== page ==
Thursday, January 30, 2014

Biting My Tongue

Today – you are getting a rant.  I’m working slowly on crafting a better response but first, I need to let off steam.  I was speaking with a person yesterday, bless her little heart, who told me in all seriousness that she agrees with me “WE need to be doing more to make a place for THEM in OUR world.” (emphasis mine)

Yeah – Let’s just sit with that a second.    WE, THEM, OUR WORLD. 




I can’t scream it loudly enough on paper.  There is no THEM – only WE – an all inclusive WE.  And it’s not OUR WORLD  (“us” being the neuro typical people that think we own it)  it’s THE WORLD.  EVERYONE has a right to it – all of it – not some tiny part someone is willing to set aside.   How is this not segregation?  How do people not HEAR the fundamental wrongness of this shit as they say it?  Can't they taste the foulness of it on their tongue?  Can't they feel the blistering corrosiveness of it of it on their skin?

My temper went from zero to 60 in less than a second.  I wanted to say, “Fuck you.  Fuck your sensitive little condescending narrow mind.  How about I make a place for you?!?” 

But I didn't.  Be proud of me because it was very, very hard; but if I am really committed to making a difference, it’s not about how mad something makes me.  It’s not even about being right.  Its about being successful.  And I am committed to making a change in how the world deals with neuro cognitive diversity.

My dad and I talked about the difference between being committed to something and just being involved once.  He told me the difference was breakfast.  (Breakfast you are thinking?  The man was off his rocker.  It’s OK– I thought he was at first too but you are wrong just like I was. )  The difference between being committed to something and just being involved he said is bacon and eggs.  The chicken was involved but the pig was committed.  (Yeah, I just kinda called myself a pig.  What the hell, you can’t change the world without getting dirty. )

Sometimes, I’ll get to thinking about the way the world is now and if my son is going to be able to navigate it and it’s all so frightening I go into mommy  rage mode.  (For those unfamiliar with mommy rage - it’s kind of like a steroid rage only much, much scarier.)   What can I say?   I am capable of constructing a well thought out analysis of what is wrong and how we should fix it (problem solving is what I do for a day job after all) but to do that takes time and a lot of thought and some emotional distance.  Doing that when the issue impacts my children is not natural to me. Natural to me, once my emotions are engaged, is very simple - feel and react.  ( Hey - Not so different than my son operates come to think of it.  Now there is an idea worth exploring at some point.)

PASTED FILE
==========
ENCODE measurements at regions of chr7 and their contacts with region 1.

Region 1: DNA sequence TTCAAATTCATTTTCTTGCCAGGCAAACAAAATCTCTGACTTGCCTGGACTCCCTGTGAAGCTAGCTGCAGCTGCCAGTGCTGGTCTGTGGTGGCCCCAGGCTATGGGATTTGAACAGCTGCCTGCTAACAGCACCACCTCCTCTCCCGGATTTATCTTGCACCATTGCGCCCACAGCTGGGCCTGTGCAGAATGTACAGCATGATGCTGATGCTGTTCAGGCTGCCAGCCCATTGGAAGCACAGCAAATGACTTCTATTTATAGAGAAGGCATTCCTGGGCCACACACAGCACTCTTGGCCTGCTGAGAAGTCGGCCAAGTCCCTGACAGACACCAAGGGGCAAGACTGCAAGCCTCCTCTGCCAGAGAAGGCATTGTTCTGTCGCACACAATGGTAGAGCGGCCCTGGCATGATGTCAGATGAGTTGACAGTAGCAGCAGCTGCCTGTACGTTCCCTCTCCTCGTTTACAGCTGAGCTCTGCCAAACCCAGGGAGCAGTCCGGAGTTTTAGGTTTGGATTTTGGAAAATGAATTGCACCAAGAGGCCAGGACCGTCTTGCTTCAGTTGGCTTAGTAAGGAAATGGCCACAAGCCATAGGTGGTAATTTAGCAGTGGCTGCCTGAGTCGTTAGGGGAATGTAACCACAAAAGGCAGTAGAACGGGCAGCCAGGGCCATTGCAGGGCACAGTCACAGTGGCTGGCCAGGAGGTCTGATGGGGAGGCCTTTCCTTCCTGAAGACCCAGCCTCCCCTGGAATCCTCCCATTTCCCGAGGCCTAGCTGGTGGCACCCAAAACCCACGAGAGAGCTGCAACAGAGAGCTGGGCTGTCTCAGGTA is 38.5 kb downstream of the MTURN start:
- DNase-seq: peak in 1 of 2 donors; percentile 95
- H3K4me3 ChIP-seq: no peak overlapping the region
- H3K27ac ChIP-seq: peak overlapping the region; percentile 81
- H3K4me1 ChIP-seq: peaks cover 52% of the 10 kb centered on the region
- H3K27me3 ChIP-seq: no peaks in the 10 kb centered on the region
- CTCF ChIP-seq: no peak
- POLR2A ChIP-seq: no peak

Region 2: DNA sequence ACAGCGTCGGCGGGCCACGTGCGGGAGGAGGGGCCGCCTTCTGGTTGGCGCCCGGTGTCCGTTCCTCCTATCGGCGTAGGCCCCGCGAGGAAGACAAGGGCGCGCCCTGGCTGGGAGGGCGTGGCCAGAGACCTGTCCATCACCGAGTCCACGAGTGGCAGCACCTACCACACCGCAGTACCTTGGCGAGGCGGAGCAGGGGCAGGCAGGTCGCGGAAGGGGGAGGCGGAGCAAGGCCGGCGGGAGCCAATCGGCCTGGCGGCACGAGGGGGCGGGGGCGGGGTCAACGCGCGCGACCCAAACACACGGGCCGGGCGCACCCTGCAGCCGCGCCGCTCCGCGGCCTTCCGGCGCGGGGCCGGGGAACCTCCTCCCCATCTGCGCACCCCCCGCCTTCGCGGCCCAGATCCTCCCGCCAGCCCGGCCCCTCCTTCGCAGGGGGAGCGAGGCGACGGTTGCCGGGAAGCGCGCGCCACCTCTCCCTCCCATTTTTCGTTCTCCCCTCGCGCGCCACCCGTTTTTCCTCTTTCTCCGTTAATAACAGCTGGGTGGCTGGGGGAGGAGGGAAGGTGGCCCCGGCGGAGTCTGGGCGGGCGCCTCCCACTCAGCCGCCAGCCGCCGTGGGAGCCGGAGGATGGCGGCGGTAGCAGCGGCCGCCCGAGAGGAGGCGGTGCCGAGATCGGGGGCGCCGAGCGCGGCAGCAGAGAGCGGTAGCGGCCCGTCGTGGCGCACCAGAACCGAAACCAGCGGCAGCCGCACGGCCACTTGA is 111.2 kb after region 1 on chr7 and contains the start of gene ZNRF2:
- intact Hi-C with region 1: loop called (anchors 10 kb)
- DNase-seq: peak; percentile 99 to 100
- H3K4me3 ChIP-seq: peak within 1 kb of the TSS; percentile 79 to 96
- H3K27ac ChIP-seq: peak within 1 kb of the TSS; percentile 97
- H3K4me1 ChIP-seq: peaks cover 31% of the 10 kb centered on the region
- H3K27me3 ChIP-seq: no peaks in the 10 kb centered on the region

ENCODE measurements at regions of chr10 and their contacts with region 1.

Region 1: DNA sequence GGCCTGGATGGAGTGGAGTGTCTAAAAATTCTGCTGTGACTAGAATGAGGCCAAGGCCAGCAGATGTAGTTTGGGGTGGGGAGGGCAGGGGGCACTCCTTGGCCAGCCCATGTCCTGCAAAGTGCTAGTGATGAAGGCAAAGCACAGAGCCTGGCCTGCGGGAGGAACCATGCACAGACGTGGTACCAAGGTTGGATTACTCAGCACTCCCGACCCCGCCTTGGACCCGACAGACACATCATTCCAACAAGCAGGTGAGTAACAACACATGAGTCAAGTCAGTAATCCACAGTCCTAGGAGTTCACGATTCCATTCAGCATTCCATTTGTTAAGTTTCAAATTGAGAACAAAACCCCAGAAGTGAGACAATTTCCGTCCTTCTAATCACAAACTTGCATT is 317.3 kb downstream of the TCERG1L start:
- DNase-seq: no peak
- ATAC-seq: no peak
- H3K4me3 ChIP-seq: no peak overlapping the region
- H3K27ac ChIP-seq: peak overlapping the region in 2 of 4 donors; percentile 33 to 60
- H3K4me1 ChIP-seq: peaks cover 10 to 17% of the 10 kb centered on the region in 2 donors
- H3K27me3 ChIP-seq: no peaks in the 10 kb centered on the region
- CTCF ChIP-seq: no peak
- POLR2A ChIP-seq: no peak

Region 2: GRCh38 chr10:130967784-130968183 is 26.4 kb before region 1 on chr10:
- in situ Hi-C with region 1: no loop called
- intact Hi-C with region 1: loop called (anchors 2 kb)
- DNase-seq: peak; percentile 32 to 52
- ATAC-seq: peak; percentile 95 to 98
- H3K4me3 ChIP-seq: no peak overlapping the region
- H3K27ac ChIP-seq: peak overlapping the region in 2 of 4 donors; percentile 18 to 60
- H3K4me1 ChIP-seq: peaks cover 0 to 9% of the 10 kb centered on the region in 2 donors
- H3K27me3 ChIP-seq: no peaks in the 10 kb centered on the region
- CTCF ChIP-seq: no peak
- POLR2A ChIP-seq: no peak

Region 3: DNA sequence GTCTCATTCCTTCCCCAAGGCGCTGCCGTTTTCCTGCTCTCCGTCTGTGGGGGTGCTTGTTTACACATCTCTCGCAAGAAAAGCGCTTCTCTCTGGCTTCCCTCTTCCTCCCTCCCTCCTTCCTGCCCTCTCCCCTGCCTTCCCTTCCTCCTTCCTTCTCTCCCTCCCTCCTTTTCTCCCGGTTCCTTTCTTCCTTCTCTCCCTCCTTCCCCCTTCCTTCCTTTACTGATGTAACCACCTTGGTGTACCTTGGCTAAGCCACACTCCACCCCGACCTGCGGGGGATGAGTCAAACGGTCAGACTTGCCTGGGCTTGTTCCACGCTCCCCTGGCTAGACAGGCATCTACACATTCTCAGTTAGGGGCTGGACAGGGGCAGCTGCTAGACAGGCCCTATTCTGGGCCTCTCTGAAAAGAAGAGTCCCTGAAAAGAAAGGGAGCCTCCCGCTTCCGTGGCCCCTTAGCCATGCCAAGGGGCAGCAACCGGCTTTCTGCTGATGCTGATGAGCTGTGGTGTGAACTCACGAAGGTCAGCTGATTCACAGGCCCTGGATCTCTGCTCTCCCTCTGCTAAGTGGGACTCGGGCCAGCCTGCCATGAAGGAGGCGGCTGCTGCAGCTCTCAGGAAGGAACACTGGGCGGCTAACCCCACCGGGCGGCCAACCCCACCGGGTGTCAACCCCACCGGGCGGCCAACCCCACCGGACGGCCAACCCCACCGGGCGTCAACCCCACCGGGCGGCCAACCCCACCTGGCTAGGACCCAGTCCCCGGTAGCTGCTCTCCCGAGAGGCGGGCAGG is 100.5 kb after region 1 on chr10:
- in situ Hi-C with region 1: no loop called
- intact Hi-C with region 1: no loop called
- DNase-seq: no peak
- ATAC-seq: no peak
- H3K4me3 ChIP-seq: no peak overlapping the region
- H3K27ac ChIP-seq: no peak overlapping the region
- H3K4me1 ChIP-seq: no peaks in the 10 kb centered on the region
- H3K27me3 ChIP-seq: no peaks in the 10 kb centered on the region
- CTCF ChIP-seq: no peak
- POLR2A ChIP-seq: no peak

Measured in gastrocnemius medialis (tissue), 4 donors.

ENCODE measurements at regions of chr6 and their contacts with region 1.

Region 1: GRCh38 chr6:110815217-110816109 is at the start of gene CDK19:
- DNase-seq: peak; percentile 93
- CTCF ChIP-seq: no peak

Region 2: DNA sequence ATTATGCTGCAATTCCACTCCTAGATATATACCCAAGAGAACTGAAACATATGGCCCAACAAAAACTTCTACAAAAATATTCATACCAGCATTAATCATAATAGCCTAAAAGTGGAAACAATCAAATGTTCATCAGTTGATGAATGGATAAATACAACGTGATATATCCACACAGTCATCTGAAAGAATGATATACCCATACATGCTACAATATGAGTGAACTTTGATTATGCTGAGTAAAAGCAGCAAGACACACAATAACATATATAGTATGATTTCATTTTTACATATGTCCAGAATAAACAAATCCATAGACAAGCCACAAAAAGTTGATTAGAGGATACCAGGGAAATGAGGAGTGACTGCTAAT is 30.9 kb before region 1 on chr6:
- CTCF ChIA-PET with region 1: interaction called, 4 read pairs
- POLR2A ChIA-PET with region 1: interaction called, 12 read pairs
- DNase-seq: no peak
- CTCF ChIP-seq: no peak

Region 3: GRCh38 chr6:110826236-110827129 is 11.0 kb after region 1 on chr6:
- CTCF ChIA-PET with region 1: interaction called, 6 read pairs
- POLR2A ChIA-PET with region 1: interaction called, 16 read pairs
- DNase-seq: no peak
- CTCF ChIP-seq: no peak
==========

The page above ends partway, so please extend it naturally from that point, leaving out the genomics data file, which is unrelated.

That natural reaction isn't very effective but I can’t always just suppress it.  Sometimes I really need the venting of a good rant to let me settle and think so I can construct the better crafted and convincing argument.   And whenever you are trying to change something – you need a convincing argument. 

 Like Machiavelli said “It ought to be remembered that there is nothing more difficult to take in hand, more perilous to conduct, or more uncertain in its success, than to take the lead in the introduction of a new order of things. Because the innovator has for enemies all those who have done well under the old conditions and lukewarm defenders in those who may do well under the new. This coolness arises partly from fear of the opponents, who have the laws on their side, and partly from the incredulity of men, who do not readily believe in new things until they have had a long experience of them.”  

 (Yes, Machiavelli may be part of my strategy - make no mistake I’m out to win on this one people! ) 

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